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How Kansas City's Trees Are Saving You Money And Cutting Pollution

Cody Newill

The tree and shrub population in the Kansas City metropolitan area saves residents nearly $14 million a year, according to a new study.

The United States Department of Agriculture's Northern Research Station (NRS) examined plant life in nine counties in the Kansas City metro area.

The NRS found that by blocking winds in the winter, shading buildings in the summer, and providing natural evaporative cooling all throughout the year, trees and shrubs significantly cut down residential energy costs.

Kansas City's trees and shrubs also help combat climate change by capturing nearly 72.8 million tons of carbon dioxide, which the NRS values at $411 million in environmental savings.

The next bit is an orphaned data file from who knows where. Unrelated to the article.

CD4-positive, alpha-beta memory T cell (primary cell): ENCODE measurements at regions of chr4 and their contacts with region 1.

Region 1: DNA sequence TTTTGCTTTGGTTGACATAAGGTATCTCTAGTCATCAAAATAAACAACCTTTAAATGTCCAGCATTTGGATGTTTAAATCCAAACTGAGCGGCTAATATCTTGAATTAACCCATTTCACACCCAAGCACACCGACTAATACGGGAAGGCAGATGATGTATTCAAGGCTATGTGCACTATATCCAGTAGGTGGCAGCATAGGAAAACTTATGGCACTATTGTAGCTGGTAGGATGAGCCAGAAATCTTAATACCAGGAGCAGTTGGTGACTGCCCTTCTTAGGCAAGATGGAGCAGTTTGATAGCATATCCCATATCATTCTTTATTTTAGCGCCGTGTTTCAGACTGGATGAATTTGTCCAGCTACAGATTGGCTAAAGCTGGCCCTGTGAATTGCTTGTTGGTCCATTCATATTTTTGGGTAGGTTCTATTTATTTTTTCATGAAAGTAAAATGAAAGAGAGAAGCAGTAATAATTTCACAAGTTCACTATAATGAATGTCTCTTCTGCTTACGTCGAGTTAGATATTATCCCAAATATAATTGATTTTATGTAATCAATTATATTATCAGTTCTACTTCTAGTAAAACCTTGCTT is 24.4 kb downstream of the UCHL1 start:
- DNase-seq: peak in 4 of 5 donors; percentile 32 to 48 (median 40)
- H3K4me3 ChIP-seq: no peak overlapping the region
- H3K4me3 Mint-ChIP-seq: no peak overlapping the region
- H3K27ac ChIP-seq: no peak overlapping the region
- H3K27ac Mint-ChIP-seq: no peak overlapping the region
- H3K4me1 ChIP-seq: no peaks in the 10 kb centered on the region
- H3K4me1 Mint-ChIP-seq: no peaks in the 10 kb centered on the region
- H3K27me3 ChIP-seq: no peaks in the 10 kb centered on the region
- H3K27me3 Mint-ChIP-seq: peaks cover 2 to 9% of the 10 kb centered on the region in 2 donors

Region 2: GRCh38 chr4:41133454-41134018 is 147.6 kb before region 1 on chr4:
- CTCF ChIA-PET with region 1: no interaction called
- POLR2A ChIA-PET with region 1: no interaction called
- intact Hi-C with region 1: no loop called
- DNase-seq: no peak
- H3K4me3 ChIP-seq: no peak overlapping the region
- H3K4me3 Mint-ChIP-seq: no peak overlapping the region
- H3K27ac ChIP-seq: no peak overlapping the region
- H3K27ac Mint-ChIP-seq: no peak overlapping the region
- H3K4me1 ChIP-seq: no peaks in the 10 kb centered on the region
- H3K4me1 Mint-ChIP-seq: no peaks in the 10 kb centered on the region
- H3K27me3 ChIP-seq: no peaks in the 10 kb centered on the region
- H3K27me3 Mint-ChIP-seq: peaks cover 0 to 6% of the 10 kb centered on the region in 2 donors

"As trees grow, they store more carbon by holding it in their accumulated tissue," the authors write in the study. "When trees die, using the wood in long-term wood products or using wood to heat buildings ... will help reduce carbon emissions from wood decomposition."

The NRS estimates that the Kansas City metro holds nearly 250 million trees, a relatively high number for an urban area. In comparison, the Chicago metro only holds about 150 million trees and lags behind Kansas City in regrowth rates when invasive insects destroy tree populations.

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